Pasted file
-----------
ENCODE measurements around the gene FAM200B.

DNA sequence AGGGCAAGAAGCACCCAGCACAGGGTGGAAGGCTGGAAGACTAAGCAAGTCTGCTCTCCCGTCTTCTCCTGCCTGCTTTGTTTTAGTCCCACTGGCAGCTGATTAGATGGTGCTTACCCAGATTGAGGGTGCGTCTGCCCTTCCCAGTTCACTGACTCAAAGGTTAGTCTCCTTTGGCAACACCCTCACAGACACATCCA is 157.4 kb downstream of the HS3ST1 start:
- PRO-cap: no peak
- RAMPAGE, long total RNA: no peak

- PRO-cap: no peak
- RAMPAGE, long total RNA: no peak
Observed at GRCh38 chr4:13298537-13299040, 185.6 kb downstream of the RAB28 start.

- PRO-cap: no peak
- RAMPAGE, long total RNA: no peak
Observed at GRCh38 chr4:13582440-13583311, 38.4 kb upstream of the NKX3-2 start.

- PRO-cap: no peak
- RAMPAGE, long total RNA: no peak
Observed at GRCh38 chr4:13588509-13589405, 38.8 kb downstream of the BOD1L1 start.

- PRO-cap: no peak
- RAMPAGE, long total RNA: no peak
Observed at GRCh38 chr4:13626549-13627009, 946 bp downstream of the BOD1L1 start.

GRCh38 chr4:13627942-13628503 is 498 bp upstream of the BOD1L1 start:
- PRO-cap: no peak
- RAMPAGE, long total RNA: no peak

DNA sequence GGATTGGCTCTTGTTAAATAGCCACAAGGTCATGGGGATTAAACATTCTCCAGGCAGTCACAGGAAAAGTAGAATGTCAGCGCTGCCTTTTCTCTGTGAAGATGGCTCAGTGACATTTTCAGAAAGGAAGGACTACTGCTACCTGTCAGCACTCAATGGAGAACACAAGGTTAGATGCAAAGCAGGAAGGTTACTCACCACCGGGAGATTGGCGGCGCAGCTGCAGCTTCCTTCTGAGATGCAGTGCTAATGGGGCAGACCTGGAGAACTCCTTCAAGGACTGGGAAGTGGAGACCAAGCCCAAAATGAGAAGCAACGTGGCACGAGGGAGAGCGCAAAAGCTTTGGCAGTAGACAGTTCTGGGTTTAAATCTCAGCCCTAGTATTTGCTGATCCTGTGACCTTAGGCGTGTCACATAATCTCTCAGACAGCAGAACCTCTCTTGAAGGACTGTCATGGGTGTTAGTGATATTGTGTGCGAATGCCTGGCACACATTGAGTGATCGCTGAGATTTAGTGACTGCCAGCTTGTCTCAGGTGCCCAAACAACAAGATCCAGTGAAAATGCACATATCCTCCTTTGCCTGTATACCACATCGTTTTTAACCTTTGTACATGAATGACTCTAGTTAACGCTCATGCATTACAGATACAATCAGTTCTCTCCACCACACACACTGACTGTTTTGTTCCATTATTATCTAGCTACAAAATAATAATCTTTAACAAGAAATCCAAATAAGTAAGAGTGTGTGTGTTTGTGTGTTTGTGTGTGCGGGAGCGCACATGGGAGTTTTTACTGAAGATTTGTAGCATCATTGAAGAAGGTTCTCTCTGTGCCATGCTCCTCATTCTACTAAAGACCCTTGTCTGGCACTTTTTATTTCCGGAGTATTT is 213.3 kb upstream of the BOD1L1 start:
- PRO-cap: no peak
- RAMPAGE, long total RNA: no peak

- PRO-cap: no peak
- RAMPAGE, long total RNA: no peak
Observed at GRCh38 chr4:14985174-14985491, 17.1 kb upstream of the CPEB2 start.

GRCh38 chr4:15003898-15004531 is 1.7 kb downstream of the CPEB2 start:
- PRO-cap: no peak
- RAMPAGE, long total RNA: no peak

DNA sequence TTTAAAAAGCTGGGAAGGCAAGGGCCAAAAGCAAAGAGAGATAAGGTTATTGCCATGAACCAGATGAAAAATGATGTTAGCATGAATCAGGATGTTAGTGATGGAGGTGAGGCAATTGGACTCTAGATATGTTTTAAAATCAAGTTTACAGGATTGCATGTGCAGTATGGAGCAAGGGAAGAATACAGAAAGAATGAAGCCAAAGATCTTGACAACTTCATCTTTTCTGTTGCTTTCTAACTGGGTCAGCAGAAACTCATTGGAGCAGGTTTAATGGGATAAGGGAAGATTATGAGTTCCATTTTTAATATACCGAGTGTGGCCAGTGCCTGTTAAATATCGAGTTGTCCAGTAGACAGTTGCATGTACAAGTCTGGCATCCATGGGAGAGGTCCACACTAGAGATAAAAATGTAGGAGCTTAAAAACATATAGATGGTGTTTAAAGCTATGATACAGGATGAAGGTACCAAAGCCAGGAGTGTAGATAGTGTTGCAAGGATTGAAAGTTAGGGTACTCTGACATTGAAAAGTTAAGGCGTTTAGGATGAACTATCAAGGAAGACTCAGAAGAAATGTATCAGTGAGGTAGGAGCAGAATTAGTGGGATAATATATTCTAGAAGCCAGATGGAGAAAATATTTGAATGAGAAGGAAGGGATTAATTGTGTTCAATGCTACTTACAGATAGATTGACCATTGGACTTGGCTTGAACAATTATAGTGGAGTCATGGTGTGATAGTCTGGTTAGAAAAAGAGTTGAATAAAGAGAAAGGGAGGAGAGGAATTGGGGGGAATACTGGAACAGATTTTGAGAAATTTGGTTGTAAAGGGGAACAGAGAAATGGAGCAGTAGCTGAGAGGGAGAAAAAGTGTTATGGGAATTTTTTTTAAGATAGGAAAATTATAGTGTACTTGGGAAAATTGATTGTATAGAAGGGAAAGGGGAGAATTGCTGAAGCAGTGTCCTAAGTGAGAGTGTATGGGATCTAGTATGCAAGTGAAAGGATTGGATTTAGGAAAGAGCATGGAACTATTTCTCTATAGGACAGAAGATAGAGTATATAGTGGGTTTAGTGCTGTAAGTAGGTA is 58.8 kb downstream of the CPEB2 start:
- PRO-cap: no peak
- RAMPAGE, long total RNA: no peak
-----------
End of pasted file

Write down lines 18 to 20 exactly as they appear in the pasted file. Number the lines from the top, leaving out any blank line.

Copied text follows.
- PRO-cap: no peak
- RAMPAGE, long total RNA: no peak

DNA sequence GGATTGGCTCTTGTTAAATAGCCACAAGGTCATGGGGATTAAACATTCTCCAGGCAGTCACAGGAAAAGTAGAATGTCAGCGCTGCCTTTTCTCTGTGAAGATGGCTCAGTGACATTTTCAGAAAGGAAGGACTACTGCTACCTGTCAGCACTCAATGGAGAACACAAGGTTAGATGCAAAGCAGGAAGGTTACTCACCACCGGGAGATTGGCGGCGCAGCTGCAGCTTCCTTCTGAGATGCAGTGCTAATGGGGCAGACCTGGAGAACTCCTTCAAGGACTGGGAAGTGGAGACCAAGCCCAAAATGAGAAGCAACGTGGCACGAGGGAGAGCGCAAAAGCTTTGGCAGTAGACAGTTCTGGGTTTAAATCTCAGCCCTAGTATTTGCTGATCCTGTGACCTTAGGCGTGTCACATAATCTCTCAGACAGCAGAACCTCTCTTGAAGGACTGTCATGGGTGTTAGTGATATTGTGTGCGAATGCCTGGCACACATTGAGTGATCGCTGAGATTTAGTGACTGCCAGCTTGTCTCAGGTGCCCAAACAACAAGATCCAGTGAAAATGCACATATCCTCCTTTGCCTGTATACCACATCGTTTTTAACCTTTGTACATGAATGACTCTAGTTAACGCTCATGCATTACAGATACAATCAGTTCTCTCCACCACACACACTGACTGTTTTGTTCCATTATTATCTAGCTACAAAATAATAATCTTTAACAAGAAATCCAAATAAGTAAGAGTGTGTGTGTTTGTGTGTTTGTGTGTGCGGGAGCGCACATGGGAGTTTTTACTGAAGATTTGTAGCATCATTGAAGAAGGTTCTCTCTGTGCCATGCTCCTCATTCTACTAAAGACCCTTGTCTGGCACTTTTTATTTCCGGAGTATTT is 213.3 kb upstream of the BOD1L1 start: